"I hate fame. It's not all it's cracked up to be. I think I'm going mad. I just want to find a nice woman and settle down. I don't know why people buy my records." Another day, another Robbie revelation. It would be difficult to find a more contradictory, vain, egotistical pop star than Robbie Williams. It would also be difficult to find a more brilliant showman and one whose refreshingly honest personality seems to have drawn him to the bosom of the nation as the country's top pop star.
When the former fat dancer from Take That (c. Noel Gallagher) decided to quit Britain's best selling boyband in 1995 little was given for his chances of solo stardom. Our Stoke-on-Trent born hero had always played the cheeky chappie role to perfection within the band but solo success was quite a different matter. And anyway, everyone's money was on Take That songwriter Gary Barlow to crack solo stardom. Up until then only George Michael had successfully made the transition from teen pop pin-up to mature solo artist and Robbie announced his intentions to go down the same route with his debut single, 1996's George Michael cover, Freedom '96. Sandbagged by legal hassles, a booze addiction and a fast food intake that would have made Michelle McManus blush, Robbie still managed to reach No.2 in the charts, beaten to the top by the Spice Girls' debut, Wannabe.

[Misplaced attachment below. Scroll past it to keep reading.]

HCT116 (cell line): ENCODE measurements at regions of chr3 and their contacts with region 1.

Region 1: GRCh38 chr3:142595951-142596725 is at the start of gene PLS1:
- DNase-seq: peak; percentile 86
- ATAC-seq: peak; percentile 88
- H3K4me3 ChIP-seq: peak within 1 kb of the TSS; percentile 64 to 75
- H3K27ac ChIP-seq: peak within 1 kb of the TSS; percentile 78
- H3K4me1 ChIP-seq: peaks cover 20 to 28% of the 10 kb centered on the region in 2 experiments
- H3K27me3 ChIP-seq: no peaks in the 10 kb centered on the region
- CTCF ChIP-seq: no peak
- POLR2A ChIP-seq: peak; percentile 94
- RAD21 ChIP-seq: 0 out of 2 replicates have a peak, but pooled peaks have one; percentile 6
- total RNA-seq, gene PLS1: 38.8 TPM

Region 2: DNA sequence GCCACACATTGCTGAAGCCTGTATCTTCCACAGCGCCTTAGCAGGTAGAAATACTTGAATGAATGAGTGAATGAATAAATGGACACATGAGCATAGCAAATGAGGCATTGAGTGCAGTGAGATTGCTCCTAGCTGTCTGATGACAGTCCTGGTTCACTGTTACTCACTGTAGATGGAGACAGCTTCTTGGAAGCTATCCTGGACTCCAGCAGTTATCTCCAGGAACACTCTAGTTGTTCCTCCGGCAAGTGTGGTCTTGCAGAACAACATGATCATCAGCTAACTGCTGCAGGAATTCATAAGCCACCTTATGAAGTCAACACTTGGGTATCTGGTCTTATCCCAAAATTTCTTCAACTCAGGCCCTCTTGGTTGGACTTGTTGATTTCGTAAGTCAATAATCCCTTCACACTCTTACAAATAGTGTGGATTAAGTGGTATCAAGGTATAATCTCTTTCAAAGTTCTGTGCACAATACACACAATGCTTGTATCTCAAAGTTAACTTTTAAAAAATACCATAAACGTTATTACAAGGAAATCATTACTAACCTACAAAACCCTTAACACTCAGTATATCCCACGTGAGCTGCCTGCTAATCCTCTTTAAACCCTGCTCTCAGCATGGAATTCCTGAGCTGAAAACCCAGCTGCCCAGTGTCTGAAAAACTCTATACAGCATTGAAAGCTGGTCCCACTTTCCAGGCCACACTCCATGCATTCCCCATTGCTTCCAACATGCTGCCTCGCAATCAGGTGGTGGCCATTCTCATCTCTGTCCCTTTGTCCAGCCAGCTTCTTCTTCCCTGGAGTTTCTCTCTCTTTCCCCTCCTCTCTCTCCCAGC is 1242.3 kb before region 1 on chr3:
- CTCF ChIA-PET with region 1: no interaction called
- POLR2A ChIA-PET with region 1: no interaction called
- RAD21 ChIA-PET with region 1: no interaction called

Following a spell in a detox clinic, Robbie emerged seemingly wiser and definitely slimmer, blinking into the sunshine and walking straight into a recording studio to lay down his debut album, Life Thru A Lens, written together with his sideman, songwriter Guy Chambers.
The comparative critical failure of the album's first few singles didn't bode well even though they were chart hits. Old Before I Die was greeted with cries of "sub-Oasis rock" while the quirky latin rock of South Of The border and the psychedelic Beatles-esque haze of Lazy Days didn't fill the critics with glee.